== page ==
Natural Hazards

, Volume 46, Issue 3, pp 415–425 | Cite as

Manufactured home building regulations and the February 2, 2007 Florida tornadoes

  • Kevin M. Simmons
  • Daniel SutterEmail author
Original Paper


The Department of Housing and Urban Development (HUD) and the state of Florida implemented new wind load and tie-down regulations for manufactured homes following Hurricane Andrew. This article examines the effect of the new regulations on the likelihood that occupants of mobile homes would survive a tornado. On February 2, 2007, three tornadoes struck central Florida, resulting in 21 deaths in Lake County, all in manufactured homes. The deaths occurred almost exclusively in homes rated as leveled by the county tax appraiser. Manufactured homes built to the new regulations, however, were significantly less likely to be leveled. Regression analysis finds that manufactured homes built to the post-Andrew requirements were 79% less likely to be leveled than homes built prior to the HUD Code in 1976, and 68% less likely to be leveled than homes built after 1976 but before the 1994 wind load regulations. Construction of all manufactured homes in the tornado paths to the wind load and tie-down requirements could have reduced fatalities by 70%.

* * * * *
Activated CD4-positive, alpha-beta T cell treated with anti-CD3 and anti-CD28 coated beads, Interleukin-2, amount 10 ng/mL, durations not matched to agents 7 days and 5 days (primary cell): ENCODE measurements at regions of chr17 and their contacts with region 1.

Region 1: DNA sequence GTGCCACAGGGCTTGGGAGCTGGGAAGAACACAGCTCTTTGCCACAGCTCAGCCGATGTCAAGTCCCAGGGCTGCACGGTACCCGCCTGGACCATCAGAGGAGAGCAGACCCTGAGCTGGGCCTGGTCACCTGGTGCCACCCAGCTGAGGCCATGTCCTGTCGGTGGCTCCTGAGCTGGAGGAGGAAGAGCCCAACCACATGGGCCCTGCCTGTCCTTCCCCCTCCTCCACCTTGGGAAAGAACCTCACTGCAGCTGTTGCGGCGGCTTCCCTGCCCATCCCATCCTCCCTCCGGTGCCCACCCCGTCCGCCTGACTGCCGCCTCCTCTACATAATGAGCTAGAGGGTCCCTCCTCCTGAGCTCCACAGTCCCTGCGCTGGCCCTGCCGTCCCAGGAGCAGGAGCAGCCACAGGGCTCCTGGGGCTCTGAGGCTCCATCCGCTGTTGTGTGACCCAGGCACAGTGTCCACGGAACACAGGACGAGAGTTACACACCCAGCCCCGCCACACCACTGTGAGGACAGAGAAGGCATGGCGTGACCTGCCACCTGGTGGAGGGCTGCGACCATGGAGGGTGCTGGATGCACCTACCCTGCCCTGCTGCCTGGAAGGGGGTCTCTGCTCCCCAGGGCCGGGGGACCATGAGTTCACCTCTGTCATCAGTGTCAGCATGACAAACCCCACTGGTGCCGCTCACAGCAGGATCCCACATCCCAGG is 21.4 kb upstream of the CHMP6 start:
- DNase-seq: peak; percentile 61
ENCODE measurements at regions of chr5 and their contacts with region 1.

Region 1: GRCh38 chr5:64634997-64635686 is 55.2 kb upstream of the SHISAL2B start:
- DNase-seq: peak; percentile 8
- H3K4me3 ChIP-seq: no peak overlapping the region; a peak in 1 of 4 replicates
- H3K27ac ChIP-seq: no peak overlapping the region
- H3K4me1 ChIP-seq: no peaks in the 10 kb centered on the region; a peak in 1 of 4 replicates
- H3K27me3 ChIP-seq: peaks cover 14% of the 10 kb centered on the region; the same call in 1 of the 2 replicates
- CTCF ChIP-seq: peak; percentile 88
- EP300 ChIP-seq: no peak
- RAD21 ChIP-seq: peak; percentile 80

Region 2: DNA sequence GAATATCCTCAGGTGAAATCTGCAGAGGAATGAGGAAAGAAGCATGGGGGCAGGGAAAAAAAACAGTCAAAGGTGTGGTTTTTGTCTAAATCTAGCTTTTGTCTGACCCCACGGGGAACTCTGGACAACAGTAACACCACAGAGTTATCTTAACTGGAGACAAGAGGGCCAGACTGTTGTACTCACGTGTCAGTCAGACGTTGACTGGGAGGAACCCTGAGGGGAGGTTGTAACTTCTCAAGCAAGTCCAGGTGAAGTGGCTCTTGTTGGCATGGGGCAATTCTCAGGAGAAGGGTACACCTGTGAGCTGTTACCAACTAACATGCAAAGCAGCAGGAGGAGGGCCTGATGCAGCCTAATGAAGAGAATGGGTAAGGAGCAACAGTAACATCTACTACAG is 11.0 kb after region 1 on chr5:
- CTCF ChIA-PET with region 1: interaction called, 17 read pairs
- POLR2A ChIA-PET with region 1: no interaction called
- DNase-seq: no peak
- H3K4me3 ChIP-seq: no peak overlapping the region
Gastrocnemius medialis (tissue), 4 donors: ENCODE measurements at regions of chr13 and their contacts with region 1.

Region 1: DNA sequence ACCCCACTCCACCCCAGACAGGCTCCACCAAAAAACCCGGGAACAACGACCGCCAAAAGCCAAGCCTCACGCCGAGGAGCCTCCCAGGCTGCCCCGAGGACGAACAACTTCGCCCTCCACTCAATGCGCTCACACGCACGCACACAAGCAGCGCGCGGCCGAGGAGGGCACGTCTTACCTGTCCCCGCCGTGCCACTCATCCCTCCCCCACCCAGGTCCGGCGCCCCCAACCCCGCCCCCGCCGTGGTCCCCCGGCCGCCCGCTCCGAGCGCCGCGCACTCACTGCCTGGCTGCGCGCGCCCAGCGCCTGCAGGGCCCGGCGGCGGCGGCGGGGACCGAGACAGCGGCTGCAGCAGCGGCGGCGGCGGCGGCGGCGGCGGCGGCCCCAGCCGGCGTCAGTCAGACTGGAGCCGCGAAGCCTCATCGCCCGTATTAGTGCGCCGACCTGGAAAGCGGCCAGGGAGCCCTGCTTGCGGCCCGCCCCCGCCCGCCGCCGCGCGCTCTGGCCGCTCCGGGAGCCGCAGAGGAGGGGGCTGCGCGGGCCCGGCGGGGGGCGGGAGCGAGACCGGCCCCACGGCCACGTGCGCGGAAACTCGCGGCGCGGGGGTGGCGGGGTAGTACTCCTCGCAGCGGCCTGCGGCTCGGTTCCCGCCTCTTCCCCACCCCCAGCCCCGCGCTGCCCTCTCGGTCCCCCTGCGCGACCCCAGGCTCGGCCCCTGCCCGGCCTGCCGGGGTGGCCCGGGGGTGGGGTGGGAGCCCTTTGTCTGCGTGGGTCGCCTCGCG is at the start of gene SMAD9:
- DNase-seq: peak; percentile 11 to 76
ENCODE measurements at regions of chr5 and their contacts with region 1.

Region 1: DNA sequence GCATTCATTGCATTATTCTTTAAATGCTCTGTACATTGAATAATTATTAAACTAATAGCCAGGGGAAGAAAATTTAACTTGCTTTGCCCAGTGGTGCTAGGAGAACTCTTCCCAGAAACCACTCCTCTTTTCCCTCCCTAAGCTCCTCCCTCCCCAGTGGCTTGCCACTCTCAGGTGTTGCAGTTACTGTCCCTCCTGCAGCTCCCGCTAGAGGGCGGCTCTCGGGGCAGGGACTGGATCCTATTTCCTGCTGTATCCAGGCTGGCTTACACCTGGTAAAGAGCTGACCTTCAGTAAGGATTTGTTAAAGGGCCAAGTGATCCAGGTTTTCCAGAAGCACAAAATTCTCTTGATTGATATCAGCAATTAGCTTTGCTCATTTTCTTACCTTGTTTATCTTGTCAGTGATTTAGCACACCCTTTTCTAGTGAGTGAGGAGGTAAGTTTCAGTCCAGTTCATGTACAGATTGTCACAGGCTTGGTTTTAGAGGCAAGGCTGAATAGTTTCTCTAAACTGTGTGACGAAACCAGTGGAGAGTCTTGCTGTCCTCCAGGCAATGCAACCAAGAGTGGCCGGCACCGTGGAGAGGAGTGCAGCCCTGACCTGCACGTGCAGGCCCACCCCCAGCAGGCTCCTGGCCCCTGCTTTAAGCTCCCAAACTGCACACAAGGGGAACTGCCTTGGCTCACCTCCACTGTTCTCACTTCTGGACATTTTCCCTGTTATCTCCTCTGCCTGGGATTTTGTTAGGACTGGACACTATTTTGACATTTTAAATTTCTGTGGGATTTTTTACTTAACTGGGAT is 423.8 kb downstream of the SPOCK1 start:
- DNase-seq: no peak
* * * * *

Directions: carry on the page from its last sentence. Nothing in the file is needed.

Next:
Tornadoes Manufactured homes Fatalities Natural hazards 



We would like to thank Peter Peebles and Robbie Ross of the Lake County Tax Appraiser’s Office, Lake County Emergency Manager Jerry Smith, and Bart Hagemayer of the National Weather Service Melbourne Office for their assistance. This research was funded by a Quick Response Grant from the Natural Hazards Center at the University of Colorado.


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Copyright information

© Springer Science+Business Media B.V. 2008

Authors and Affiliations

  1. 1.Department of Economics and BusinessAustin CollegeShermanUSA
  2. 2.Department of Economics and FinanceUniversity of Texas – Pan AmericanEdinburgUSA

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